• biscuits – all types
  • mineral water
  • products that require a prior permission of import by the Ministry of Industry and Trade
  • some products imported from Syria.

Import licenses are exempted for products imported to:

  • the King
  • ministries
  • products for display purposes that are to be re-exported
  • products arriving with passengers not exceeding JOD2000
  • samples
  • re-exported products
  • products imported to the free zone areas.

Other exempted products are:

  • transit products
  • bonded goods
  • cars for special needs
  • oil.

Import licenses are issued for a period of one year and can be extended for up to two years.

Product certification, labelling and packaging

Labelling & Packaging

Labelling requirements are set by the Jordanian Institute of Standards and Metrology (JISM). These requirements are in accordance with the WTO directives and vary from one product to another. Legal requirements for labelling are fairly standard, although a statement of ingredients on processed foods is not required. All labels must either be in Arabic or have a stick-on label in Arabic. In general, the label should contain the name of the product, the manufacturer’s name and address, net weight, fortifying matter (like added vitamins and minerals), lot number and “use before” or “best before” date. Local labelling requirements do not include Recommended Daily Intake (RDIs).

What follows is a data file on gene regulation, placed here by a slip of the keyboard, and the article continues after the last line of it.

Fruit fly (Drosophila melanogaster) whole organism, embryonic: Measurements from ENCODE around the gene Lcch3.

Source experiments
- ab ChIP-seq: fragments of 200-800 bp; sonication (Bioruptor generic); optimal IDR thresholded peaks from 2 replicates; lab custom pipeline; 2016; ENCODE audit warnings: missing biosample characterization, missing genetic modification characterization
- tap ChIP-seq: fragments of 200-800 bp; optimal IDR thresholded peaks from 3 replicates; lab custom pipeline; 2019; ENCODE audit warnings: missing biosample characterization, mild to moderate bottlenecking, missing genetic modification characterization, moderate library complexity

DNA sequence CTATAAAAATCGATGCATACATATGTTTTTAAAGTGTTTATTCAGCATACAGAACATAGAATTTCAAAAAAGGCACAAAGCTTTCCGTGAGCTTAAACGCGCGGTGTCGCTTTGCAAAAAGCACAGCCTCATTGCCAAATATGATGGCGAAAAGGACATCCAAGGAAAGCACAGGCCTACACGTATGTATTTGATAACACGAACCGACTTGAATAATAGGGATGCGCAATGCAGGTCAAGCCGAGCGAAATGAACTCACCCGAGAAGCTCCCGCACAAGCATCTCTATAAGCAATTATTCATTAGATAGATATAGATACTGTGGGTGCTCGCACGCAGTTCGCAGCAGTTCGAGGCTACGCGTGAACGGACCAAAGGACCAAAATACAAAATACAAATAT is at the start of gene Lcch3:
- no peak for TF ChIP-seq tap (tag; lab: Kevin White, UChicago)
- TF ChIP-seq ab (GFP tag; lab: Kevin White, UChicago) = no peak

Local business people may only import products that comply with the labelling and marking requirements issued by the Department of Standards and Specifications and other responsible government ministries.

(Source: USDA Foreign Agricultural Service, Food and Agricultural Import Regulations and Standards - Narrative (PDF), 23 Jan 2014)

Special certificates

Certain goods require pre-import clearance, the goods and the relevant issuing agency are: